There's an impressive amount of world-building, which sounds strange since they are on a spacecraft for the vast majority of the book. I didn't feel like I got bogged down with any of the atmospheric constructs, which I tend to find quite boring in a lot of sci-fi. There's a big distinction between being shown something and being told what something looks like. A good author excels at being descriptive without becoming tedious, and Scott Baron has this concept firmly in his grasp. I also was intrigued by cybernetic parts that many of the characters are sporting. Even with all the advanced (theoretical) technology, I never felt that it was killing brain cells just trying to understand it. Indeed, some of the technology probably isn't very far off!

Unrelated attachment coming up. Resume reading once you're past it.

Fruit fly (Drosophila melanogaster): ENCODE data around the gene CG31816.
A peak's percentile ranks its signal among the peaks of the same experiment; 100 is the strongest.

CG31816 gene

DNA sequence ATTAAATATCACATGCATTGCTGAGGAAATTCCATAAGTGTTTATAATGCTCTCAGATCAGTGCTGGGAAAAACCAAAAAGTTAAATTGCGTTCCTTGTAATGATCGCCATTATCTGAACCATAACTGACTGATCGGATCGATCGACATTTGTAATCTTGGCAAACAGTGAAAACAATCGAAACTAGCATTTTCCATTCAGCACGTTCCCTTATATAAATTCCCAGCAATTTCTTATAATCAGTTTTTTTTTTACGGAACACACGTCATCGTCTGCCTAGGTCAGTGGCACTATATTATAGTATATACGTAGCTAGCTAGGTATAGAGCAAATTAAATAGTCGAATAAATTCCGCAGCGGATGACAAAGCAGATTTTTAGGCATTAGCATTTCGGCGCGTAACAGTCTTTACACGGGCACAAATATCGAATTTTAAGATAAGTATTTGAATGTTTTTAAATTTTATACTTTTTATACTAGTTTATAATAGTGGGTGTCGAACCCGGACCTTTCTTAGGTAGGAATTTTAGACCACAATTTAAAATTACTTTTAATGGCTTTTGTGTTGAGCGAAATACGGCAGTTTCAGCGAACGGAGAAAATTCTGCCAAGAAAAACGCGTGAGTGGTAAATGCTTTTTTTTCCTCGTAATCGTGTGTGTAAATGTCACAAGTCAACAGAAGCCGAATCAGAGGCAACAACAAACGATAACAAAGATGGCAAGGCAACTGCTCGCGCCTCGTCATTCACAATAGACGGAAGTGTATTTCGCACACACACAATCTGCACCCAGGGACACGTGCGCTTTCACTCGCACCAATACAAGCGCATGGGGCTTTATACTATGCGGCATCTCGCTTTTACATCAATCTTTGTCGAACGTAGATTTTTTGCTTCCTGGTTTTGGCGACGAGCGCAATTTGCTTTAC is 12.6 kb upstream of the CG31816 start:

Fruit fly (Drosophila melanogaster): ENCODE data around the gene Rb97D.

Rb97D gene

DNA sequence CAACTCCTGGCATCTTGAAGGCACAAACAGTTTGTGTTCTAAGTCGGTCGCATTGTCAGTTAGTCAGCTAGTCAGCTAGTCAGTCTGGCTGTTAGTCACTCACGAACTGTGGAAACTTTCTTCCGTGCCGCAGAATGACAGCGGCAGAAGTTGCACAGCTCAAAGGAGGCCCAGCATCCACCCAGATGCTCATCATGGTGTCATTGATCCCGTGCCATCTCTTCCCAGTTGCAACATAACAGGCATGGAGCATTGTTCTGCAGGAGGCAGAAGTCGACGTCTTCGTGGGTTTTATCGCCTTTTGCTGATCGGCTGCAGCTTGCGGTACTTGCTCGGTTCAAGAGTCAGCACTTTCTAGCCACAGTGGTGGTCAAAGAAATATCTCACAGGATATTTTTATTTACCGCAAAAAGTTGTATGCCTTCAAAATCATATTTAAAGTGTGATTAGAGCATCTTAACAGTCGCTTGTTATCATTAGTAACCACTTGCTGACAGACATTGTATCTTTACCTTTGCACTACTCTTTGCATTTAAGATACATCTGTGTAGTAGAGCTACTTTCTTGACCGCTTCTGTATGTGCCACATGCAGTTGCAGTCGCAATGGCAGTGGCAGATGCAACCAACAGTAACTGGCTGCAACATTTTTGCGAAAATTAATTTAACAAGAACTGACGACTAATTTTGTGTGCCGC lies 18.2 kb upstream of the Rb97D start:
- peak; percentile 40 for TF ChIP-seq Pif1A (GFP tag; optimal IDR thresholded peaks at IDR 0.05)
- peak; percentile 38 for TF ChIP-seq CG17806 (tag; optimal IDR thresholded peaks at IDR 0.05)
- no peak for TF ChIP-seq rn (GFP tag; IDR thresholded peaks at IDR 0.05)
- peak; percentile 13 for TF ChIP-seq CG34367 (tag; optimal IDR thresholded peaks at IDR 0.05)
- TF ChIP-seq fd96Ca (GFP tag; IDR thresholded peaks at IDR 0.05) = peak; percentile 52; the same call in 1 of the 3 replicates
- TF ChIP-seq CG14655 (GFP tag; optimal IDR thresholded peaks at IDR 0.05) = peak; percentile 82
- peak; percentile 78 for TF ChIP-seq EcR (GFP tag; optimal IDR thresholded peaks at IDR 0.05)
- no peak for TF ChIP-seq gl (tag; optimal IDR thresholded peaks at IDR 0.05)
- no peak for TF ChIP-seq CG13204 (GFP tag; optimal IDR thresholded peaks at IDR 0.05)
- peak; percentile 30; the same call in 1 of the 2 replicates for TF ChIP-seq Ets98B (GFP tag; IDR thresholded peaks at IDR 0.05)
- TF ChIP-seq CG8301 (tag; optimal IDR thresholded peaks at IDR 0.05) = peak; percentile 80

There's a lot of intrigue surrounding Daisy and her shipmates and a slow build of drama in the first half. While not a lot really happens other than Daisy's paranoia, you just know that there is a big twist coming. From there, it's a rocketship of a ride to the end. 

I read the last page only a few hours after beginning, which is always a tell of a good book, and I was sad to see it go, which is the sign of an exceptional book. Maybe I'm fooling myself that I'm not a huge fan of science fiction. Or maybe kick-ass sci-fi like Daisy's Run is steadily 
converting me.

About the Author

A native Californian, Scott Baron was born in Hollywood, which he claims may be the reason for his off-kilter sense of humor. Before taking up residence in Venice Beach, he spent a few years studying abroad before settling into the film and television industry, where he has worked off and on for some time. Scott not only writes, but is also involved in indie film and theater both in the U.S. and abroad.